first_imgBack to overview,Home naval-today US Navy appoints first SEAL as a Fleet Master Chief US Navy appoints first SEAL as a Fleet Master Chief View post tag: Fleet Master Chief View post tag: US Naval Forces Europe-Africa January 14, 2019 The US Navy has selected a Navy SEAL to serve as Fleet Master Chief for the first time in the service’s history, US Naval Forces Europe-Africa commander Adm. James G. Foggo III has announced.Force Master Chief Derrick Walters will succeed Fleet Master Chief Raymond Kemp as Fleet Master Chief for US Naval Forces Europe-Africa in early Spring.“I am excited to announce Force Master Chief Derrick Walters will be our new Fleet Master Chief,” said Foggo. “He is a proven leader who brings a tremendous and very unique wealth of experience and will advocate for our Sailors and their families serving overseas.”Walters is currently the Force Master Chief for Naval Special Warfare, headquartered in San Diego.“Force Master Chief Walters has a stellar record,” said Foggo. “Accordingly, he rose to the top of an impressive list of candidates considered for this critical job and I look forward to the pride, professionalism, and experience he will bring to our mission in Europe and Africa.”His previous assignments include a tour of duty with SEAL Teams 8 and 2, and Naval Special Warfare Group 2 Training Det. Walters returned to SEAL Team 2 as the Operations and Command Master Chief and did a repeat tour with Special Warfare Group 2 as the Senior Enlisted Adviser.He has also served as Command Master Chief at Naval Special Warfare Center and was the Senior Enlisted Leader at NATO Special Operations headquarters before becoming the Force Master Chief of Naval Special Warfare Command. Share this article View post tag: US Navy Authoritieslast_img read more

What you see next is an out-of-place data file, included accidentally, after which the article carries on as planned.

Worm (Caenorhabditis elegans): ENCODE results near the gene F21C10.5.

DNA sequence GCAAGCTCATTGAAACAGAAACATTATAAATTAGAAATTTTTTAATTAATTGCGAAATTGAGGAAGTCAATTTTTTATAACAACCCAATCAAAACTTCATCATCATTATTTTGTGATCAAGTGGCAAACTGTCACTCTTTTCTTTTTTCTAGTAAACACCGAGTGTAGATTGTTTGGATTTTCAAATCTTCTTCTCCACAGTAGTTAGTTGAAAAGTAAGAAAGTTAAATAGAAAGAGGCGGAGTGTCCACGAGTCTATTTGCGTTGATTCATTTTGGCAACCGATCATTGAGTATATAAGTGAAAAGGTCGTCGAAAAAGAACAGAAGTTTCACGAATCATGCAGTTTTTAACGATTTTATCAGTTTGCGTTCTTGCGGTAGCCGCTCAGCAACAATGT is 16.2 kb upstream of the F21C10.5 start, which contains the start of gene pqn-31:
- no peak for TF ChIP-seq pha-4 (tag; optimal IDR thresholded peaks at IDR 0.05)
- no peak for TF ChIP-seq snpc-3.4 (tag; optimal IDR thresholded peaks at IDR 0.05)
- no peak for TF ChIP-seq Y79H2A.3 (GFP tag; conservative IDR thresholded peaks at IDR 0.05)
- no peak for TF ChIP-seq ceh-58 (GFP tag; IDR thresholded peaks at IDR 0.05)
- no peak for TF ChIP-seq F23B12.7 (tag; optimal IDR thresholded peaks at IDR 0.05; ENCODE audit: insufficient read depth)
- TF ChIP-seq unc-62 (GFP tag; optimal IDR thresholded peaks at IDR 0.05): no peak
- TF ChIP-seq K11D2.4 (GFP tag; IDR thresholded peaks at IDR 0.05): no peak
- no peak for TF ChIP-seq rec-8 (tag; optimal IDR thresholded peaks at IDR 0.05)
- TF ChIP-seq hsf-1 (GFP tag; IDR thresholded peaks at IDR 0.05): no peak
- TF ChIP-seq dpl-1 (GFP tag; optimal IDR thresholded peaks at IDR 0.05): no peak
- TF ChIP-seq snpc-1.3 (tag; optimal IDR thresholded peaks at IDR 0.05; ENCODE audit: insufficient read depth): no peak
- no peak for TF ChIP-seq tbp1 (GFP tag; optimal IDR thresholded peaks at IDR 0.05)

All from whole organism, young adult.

Australia says COVID-19 outbreak shows signs of peaking